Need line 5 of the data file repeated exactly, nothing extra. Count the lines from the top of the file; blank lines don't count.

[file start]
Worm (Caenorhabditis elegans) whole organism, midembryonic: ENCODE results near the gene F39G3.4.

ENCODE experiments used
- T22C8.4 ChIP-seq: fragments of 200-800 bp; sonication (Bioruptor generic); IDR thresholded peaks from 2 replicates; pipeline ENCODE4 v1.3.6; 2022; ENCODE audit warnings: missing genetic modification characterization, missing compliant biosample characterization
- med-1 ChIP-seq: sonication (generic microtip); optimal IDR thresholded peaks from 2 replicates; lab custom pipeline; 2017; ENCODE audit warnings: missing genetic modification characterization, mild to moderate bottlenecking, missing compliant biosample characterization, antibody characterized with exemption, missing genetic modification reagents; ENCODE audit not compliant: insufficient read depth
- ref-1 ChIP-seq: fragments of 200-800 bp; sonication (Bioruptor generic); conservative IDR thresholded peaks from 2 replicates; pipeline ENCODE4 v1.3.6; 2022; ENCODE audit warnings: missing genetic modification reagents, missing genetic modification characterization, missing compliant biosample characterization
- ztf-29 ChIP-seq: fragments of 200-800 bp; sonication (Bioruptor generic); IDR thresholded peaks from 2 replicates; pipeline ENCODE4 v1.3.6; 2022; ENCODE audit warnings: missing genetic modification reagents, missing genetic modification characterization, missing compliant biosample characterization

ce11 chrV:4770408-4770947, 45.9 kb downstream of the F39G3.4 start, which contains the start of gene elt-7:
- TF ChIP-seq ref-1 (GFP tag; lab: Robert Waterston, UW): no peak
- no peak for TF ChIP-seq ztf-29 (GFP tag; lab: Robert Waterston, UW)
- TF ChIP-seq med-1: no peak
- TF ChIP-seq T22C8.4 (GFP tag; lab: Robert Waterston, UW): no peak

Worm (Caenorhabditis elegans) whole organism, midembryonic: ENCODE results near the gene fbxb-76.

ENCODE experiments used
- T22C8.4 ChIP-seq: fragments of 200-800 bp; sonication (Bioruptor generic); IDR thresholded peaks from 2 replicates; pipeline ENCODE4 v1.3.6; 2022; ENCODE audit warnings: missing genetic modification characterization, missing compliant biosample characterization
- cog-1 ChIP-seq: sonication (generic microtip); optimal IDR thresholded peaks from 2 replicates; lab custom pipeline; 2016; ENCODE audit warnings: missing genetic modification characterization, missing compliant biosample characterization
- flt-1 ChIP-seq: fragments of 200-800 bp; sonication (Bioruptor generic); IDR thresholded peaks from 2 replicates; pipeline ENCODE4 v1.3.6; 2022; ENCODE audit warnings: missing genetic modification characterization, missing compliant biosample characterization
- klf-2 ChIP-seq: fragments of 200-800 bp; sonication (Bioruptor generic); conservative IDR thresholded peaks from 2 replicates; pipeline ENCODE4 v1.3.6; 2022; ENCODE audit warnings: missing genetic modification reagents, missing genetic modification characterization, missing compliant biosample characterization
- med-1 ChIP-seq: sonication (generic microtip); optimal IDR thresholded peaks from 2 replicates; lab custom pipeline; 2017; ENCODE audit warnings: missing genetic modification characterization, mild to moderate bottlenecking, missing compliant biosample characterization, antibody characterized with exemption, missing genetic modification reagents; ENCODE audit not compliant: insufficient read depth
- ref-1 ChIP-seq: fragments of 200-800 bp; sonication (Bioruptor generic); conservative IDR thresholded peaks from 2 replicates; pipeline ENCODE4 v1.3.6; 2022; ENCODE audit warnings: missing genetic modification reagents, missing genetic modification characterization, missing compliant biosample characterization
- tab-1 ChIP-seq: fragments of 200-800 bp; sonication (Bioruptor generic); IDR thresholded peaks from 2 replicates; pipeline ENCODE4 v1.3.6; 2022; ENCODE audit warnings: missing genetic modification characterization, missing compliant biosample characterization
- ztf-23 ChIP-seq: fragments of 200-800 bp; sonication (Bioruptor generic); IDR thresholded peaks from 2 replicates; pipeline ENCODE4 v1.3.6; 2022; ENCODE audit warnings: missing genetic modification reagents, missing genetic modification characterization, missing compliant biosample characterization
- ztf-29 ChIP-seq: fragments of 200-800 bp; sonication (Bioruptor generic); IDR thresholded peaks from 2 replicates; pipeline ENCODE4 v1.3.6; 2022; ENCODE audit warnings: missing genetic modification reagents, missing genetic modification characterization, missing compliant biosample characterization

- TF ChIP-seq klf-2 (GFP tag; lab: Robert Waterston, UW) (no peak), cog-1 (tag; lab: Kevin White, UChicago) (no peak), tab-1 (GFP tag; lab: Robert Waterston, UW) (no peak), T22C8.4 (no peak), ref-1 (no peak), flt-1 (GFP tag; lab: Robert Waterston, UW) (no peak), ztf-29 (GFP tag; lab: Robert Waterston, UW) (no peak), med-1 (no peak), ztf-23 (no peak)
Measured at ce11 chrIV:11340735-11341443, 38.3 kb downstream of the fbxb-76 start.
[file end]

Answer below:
- ref-1 ChIP-seq: fragments of 200-800 bp; sonication (Bioruptor generic); conservative IDR thresholded peaks from 2 replicates; pipeline ENCODE4 v1.3.6; 2022; ENCODE audit warnings: missing genetic modification reagents, missing genetic modification characterization, missing compliant biosample characterization